The Quarry is a collection of short stories all told by men and centred around a housing estate in West London. The Quarry Lane estate is a pretty generic estate: dodgy pub, club that changes name, bookies, and people dealing with lost families, addiction, sexuality, and relationships. The stories are all centred around the estate and the people who live there, with locations and people straying across stories and building up a picture both of modern Britain and of the different ways people from the same place live.
Short story collections can sometimes feel disjointed and not part of a whole, but this isn’t the case in The Quarry, which has a real focus and a sense that it could almost be a novel that just happens to only show small snippets of each person’s life. Some of the stories end with a twist or revelation and others are more meditative, like the postman returning to the estate he grew up on for the first time. Halls tells these characters’ stories in individual voices, trying to get across the sense of different ages and lives, but it comes together well in a way that makes the stories gripping rather than too fleeting or not fleshed out enough.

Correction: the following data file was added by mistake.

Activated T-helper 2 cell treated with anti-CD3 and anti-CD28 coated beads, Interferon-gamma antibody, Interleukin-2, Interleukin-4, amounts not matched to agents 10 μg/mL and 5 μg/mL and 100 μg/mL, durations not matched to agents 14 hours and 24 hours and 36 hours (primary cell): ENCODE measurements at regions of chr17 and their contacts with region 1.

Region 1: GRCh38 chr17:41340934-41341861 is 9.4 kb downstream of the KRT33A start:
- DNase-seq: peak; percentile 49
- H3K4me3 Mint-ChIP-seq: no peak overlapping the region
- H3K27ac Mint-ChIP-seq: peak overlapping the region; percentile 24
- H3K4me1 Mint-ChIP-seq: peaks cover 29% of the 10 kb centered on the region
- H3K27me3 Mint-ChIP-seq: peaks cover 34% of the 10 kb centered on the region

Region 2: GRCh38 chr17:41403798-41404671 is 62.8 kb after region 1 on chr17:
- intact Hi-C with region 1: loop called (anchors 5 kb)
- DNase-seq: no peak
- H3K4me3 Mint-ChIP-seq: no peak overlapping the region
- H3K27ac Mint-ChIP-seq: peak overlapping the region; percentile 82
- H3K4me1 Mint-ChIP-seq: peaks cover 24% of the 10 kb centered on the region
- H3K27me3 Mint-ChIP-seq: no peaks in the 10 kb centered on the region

The Quarry is an impressive thing, as a short story collection that feels very much like a whole work. It is at its best when tackling things like addiction, but also very good at showing the ways that the male characters don’t realise what things are like for other people in their lives.